I very likely said I should respond to all undergrad emails, but I surely also read it to mean all undergrad emails written by my students or some other circumscribed subset. But this does convince me that I was too ready to say "all undergrad emails." I can now state with confidence that I would not necessarily reply to undergrad emails from (1) students that were asking rude, sexist, racist, or inappropriate questions, (2) students that I had reason to believe were dead, hospitalized, or in a vegetable state, (3) students curtly inquiring about things that that make no sense given my familiarity with students, local norms, and so on.

Emails about office hours from students I don't recognize in my small college, while on sabbatical, after having been away from regular teaching for two prior years fall into (3). :-)

But those might not be typical problems with what the study was picking up on. For what it is worth, I responded to the declaring a major email, but not the office hours email. Frankly, I was surprised to learn that I never responded to the office hours email, but then I looked at the email again I remembered why: I didn't think it was a student!

I thought it was one of those annoying people who come around my office several times a term and bombard me with emails about when they can come by and swipe unused books. Indeed, there is nothing in the email to mark that it is from a student, and many of the people I have in mind will contact me with ambiguous university-ish email addresses. That, I think, is a more serious thing for any faculty at universities where they are pestered by such people, or universities where the crank factor is high. When I was visiting at Berkeley, I sometimes felt besieged by the local cranks wanting to talk to me, sending me emails, and the like. So, perhaps, I'm more likely than most to not think an unknown email address was one of those folks.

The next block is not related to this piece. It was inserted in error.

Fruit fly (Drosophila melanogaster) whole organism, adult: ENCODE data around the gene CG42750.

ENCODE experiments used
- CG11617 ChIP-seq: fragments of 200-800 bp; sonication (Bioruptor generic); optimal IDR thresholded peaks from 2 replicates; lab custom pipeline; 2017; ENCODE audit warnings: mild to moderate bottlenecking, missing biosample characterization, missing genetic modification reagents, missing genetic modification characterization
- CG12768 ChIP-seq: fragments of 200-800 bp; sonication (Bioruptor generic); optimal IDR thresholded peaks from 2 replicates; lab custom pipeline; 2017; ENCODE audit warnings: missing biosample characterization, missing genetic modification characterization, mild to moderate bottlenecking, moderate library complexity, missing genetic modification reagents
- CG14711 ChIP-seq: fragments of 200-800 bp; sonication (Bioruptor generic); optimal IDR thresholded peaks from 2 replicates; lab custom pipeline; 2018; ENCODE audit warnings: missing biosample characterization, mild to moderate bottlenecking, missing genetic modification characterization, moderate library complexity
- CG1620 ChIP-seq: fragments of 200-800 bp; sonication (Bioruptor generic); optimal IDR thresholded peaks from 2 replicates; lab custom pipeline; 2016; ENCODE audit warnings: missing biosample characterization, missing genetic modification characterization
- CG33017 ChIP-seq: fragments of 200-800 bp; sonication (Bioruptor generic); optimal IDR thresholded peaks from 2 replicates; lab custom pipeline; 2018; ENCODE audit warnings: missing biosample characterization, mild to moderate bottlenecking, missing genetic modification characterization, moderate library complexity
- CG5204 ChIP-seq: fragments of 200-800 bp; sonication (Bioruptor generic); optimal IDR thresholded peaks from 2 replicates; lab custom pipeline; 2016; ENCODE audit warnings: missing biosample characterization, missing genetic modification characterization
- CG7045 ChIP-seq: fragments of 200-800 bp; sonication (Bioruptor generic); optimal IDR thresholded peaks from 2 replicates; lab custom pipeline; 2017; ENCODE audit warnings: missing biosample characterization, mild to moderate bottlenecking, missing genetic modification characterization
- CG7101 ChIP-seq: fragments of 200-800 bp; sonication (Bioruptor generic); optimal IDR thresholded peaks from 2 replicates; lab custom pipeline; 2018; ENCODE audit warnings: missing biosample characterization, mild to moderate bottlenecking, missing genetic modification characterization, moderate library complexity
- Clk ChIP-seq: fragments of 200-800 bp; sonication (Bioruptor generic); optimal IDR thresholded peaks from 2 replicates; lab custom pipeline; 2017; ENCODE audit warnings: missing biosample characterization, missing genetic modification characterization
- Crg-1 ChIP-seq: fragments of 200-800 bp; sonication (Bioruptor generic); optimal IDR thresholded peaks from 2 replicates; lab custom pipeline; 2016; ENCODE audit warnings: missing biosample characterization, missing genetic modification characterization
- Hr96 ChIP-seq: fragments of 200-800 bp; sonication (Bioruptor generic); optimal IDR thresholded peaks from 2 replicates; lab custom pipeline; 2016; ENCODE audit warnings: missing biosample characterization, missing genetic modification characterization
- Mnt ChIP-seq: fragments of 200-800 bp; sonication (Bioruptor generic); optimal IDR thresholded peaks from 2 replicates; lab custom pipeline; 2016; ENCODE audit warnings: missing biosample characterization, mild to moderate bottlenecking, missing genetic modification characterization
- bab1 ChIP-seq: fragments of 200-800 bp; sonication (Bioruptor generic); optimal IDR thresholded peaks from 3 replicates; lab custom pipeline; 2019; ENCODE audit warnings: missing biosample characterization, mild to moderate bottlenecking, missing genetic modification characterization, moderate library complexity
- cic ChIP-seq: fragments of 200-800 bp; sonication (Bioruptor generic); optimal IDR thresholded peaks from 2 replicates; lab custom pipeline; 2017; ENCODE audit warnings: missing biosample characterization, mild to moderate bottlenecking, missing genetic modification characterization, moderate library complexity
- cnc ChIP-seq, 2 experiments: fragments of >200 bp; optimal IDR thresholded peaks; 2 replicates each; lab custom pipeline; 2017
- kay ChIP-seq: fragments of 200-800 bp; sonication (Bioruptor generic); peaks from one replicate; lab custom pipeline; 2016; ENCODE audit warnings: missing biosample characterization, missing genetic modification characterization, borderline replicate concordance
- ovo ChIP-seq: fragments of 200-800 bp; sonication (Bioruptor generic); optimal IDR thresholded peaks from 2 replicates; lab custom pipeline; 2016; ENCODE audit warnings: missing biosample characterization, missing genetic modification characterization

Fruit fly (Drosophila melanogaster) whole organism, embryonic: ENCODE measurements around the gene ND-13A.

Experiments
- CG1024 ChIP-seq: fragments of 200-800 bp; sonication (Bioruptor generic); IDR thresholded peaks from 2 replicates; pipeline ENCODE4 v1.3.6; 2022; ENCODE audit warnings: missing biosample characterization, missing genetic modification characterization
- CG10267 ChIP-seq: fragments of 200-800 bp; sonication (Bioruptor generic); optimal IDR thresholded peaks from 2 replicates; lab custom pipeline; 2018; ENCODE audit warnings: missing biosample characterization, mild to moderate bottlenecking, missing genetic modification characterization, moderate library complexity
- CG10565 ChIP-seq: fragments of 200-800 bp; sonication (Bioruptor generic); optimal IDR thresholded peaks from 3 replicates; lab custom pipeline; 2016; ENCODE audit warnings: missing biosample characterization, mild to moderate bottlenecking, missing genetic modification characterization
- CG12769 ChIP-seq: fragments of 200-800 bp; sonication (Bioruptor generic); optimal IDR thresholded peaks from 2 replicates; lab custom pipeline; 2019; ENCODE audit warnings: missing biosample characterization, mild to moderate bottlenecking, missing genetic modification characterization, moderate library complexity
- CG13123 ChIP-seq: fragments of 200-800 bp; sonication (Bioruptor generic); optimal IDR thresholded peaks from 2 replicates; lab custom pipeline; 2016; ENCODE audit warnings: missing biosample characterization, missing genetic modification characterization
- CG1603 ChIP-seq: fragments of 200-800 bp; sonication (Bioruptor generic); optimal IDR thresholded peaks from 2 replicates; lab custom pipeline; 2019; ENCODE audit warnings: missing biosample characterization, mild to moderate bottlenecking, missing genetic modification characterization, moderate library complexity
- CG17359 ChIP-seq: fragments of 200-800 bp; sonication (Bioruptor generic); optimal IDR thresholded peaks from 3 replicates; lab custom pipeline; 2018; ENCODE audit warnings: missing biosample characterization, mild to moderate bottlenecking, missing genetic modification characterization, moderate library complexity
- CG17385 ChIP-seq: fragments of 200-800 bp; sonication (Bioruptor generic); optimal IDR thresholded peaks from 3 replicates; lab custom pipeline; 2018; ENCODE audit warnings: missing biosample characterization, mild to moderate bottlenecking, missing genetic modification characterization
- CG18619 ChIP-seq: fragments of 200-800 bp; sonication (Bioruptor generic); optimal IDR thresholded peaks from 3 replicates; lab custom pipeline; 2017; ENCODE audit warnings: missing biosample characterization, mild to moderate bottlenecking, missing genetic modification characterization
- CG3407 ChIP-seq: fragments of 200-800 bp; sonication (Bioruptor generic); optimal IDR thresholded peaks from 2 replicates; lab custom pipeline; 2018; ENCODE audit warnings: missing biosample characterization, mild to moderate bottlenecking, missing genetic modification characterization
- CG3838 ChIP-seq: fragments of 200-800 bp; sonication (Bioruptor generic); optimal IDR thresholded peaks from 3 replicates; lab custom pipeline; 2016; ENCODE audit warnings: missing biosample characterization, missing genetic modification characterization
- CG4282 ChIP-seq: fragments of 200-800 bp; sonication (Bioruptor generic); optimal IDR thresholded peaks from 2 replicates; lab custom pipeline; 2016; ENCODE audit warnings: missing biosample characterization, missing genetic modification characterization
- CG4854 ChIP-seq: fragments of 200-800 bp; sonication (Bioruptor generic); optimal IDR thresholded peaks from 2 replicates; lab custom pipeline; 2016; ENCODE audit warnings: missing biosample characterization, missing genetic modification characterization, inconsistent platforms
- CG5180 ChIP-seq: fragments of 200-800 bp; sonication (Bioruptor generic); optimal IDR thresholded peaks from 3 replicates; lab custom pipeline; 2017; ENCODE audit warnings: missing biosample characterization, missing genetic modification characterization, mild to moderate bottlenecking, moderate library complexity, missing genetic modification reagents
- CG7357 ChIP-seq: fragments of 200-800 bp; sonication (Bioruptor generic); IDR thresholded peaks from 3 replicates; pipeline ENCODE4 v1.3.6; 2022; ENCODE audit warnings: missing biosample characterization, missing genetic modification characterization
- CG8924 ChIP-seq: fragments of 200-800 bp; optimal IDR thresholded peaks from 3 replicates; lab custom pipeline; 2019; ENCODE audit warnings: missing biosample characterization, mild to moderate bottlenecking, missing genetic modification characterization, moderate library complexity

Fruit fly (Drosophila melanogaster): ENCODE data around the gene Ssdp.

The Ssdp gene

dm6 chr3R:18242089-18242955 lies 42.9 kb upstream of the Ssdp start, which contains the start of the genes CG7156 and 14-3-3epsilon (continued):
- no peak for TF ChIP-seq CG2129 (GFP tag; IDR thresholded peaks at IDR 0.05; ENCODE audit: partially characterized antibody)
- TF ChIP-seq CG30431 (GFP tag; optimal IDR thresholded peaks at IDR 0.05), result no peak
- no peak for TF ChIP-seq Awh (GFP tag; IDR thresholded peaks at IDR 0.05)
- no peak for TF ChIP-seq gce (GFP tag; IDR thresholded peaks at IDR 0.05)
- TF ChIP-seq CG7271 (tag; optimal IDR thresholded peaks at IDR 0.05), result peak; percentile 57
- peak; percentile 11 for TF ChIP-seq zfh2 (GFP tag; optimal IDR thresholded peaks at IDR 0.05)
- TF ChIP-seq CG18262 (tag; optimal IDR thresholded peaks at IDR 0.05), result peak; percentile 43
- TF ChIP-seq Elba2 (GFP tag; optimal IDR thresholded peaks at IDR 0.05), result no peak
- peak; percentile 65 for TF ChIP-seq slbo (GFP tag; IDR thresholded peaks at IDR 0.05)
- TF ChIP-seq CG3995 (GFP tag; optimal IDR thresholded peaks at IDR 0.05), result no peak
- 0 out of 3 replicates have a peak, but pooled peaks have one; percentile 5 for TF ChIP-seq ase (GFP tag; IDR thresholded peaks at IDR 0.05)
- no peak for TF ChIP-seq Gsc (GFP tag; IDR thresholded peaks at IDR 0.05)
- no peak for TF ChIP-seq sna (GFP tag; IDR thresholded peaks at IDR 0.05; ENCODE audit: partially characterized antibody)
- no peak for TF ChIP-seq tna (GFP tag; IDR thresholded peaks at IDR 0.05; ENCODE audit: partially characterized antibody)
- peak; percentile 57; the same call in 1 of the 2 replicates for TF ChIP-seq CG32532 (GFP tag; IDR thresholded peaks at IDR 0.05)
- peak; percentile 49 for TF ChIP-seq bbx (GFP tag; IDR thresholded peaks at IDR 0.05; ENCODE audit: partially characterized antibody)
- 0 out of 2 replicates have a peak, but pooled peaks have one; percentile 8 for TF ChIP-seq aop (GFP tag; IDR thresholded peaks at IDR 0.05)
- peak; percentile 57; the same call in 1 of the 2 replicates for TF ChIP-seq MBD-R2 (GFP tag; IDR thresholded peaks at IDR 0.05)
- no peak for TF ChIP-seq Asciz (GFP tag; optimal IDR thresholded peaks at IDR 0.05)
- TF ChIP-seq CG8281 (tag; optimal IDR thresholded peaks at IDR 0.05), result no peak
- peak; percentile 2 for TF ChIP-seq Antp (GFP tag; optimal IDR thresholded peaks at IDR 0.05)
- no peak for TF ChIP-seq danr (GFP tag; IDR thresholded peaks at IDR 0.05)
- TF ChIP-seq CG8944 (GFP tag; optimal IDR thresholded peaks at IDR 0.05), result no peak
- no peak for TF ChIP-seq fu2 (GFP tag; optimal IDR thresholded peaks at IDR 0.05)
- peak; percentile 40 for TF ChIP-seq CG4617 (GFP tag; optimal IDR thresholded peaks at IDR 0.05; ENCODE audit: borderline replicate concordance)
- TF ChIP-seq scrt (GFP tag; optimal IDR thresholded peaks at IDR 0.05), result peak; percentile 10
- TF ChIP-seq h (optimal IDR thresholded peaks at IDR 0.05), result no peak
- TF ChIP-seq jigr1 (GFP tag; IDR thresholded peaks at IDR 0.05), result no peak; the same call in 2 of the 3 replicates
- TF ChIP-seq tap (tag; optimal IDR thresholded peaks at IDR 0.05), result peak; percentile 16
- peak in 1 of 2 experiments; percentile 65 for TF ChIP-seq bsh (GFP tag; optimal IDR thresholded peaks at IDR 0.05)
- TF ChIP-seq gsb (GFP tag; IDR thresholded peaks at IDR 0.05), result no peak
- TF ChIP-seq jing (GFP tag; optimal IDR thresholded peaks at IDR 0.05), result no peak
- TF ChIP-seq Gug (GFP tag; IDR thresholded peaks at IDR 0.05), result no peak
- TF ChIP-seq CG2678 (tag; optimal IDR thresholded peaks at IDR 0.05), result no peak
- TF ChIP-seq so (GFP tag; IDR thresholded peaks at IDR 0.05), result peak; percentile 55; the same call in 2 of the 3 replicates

I hereby encourage you to see what happens if the email makes it clear that it is an undergrad student at the university of the professor asking about office hours.

Anyway, fascinating stuff as usual!

Eric Schwitzgebel said...

Thanks for the helpful comment, Manuel. Your and others' comments here are helping me see that the interpretation of our emails was less clear than we anticipated. That's one reason it's good that we tried it with a couple different emails!

Badda Being said...

But Eric, the answers to your questions are more illuminative of the practical as opposed to the moral value of certain ways of thinking vis-a-vis what you only assume, in line with the status quo, to be the moral value of certain ways of behaving. In other words, they are less suitable to be used, as you say, "in arguments about the moral value of certain ways of thinking" than in arguments about how to produce the behaviors you value without question. The latter is a problem for social engineering, not philosophy, very much akin to the promotion of good (m)oral hygiene. On the other hand, therein lies at least some kind of praxis.

Clayton said...

Eric,